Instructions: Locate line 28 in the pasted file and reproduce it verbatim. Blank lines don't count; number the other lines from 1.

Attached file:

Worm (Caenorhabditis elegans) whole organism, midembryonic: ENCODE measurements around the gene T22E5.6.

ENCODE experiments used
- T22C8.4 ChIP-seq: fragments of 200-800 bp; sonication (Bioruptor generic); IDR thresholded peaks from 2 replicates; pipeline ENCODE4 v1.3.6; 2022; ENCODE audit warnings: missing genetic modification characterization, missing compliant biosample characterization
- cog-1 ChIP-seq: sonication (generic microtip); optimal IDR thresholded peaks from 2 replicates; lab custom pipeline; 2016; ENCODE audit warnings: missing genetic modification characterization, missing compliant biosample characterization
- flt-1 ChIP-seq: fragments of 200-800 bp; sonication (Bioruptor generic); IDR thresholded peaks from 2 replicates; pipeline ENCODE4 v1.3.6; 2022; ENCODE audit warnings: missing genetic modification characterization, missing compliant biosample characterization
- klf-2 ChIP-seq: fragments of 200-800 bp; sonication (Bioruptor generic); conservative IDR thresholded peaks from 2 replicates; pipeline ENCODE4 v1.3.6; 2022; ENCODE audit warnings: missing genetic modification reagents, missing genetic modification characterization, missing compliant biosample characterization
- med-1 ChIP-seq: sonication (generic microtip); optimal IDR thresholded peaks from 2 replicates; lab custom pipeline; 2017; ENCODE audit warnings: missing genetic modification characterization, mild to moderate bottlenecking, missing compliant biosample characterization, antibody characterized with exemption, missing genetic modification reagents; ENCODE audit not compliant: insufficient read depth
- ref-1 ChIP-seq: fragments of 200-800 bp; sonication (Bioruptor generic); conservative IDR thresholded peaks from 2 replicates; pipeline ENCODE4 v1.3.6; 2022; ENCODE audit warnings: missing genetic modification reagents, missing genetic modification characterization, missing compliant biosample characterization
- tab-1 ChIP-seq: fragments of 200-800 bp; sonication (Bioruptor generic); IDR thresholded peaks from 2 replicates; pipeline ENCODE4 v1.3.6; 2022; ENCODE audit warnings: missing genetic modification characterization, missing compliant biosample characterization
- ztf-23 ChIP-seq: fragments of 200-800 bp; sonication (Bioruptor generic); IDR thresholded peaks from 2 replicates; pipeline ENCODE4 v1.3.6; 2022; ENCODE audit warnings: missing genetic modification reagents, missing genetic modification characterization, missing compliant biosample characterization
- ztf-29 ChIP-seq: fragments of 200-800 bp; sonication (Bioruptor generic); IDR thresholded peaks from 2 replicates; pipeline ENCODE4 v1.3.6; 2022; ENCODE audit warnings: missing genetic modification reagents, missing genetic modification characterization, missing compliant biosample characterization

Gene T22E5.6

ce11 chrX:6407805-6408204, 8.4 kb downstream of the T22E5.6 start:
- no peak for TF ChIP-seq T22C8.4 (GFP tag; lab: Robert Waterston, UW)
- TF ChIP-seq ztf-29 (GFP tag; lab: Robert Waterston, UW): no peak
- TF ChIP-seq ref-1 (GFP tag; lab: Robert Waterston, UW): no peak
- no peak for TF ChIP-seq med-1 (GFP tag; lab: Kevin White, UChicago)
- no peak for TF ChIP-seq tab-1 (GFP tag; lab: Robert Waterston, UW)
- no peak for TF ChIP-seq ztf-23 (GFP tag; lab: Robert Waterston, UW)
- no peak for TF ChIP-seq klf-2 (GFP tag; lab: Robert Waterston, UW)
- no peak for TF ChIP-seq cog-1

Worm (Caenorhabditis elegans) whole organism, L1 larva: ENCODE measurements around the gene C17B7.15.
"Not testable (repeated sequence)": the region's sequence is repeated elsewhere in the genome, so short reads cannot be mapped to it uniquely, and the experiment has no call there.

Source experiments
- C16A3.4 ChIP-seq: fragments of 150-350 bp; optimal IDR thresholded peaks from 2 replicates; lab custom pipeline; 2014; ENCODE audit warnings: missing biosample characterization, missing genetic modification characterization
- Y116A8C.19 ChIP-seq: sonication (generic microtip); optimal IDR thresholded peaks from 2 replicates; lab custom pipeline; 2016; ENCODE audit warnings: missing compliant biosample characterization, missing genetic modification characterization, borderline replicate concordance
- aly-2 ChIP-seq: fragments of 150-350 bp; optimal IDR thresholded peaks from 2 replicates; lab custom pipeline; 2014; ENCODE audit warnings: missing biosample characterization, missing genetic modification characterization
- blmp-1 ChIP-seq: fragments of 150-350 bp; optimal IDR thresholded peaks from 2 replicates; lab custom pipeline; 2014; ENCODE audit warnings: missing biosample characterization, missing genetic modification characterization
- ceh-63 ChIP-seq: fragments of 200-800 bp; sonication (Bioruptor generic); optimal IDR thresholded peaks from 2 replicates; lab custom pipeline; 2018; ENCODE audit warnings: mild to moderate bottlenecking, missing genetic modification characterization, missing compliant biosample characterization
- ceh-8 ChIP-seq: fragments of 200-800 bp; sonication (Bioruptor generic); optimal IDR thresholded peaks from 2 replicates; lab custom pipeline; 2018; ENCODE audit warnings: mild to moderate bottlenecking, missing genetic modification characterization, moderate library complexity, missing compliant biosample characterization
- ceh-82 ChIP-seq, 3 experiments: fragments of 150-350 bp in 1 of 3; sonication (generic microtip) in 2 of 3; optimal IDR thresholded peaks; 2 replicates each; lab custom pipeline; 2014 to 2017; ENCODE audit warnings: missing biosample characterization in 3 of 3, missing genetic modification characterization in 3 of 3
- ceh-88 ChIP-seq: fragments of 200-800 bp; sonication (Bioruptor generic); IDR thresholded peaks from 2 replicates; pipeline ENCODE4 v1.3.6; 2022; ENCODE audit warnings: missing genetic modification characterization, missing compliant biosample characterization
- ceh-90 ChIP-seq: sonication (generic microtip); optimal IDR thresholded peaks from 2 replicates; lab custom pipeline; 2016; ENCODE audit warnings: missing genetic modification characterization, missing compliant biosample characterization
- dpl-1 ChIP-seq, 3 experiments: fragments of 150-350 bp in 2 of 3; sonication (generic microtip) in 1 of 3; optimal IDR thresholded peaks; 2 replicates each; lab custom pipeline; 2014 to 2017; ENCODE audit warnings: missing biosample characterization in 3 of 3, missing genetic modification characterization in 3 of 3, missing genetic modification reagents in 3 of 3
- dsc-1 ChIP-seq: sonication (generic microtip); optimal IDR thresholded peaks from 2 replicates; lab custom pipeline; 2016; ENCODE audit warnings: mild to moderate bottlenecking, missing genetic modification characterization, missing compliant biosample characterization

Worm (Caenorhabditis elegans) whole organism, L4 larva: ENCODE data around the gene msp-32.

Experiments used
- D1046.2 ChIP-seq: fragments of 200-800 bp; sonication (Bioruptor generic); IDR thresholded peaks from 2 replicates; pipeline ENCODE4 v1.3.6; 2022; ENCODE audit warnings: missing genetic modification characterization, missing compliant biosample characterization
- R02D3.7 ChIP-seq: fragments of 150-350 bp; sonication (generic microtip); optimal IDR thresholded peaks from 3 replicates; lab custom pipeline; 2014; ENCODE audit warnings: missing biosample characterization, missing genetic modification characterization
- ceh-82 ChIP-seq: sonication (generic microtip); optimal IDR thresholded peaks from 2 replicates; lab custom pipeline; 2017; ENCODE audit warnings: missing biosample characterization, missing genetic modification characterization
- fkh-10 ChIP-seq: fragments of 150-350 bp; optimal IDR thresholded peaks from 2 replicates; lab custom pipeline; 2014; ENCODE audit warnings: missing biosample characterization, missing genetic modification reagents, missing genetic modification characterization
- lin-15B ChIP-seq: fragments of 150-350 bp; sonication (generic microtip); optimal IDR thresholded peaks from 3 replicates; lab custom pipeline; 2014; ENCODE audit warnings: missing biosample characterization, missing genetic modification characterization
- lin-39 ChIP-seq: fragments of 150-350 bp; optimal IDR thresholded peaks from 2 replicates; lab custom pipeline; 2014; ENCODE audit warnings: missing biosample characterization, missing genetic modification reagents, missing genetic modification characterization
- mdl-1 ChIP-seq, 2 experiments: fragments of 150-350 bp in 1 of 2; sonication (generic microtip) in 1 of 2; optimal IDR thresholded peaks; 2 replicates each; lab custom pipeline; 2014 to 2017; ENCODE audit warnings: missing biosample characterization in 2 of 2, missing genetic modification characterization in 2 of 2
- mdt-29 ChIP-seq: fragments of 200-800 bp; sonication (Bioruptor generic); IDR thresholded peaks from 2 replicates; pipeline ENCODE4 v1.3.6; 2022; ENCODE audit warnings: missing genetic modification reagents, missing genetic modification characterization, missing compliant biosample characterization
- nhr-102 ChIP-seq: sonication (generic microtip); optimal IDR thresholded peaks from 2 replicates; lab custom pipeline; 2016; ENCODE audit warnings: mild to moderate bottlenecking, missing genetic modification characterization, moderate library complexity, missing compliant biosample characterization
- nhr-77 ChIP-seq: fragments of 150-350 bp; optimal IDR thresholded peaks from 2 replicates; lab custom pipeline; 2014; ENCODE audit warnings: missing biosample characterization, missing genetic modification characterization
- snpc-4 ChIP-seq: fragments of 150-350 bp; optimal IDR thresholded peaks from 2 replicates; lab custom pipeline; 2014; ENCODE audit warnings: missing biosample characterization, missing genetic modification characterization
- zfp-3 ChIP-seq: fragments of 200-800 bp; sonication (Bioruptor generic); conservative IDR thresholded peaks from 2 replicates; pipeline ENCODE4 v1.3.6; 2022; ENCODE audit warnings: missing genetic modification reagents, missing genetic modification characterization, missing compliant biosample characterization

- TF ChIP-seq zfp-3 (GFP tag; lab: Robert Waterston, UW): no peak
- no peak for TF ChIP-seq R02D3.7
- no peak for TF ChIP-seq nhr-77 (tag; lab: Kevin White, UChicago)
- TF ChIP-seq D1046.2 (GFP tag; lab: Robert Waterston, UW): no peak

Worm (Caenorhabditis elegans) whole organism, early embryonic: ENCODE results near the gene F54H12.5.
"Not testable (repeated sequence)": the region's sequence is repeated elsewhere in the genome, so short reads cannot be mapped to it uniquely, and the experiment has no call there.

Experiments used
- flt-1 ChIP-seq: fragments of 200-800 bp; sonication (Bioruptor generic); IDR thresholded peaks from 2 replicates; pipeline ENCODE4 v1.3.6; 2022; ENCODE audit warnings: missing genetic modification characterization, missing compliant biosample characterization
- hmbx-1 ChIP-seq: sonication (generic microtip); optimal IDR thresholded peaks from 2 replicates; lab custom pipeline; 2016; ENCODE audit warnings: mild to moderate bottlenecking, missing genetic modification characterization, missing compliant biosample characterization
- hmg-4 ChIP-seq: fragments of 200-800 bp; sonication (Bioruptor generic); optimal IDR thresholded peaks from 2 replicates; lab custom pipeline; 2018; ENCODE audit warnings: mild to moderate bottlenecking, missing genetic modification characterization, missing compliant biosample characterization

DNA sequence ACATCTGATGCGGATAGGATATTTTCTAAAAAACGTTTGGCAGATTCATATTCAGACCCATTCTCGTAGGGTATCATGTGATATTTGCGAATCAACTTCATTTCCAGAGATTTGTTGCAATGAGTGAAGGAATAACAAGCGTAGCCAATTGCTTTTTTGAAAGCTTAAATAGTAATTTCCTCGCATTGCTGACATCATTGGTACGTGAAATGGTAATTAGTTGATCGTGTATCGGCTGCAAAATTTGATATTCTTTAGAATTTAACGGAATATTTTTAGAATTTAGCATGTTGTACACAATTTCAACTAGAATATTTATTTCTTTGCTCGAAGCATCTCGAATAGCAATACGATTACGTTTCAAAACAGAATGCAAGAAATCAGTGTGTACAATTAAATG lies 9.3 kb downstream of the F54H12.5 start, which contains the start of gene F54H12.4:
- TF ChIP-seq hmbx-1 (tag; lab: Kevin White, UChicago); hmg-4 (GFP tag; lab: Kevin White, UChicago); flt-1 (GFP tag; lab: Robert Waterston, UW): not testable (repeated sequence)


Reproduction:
- blmp-1 ChIP-seq: fragments of 150-350 bp; optimal IDR thresholded peaks from 2 replicates; lab custom pipeline; 2014; ENCODE audit warnings: missing biosample characterization, missing genetic modification characterization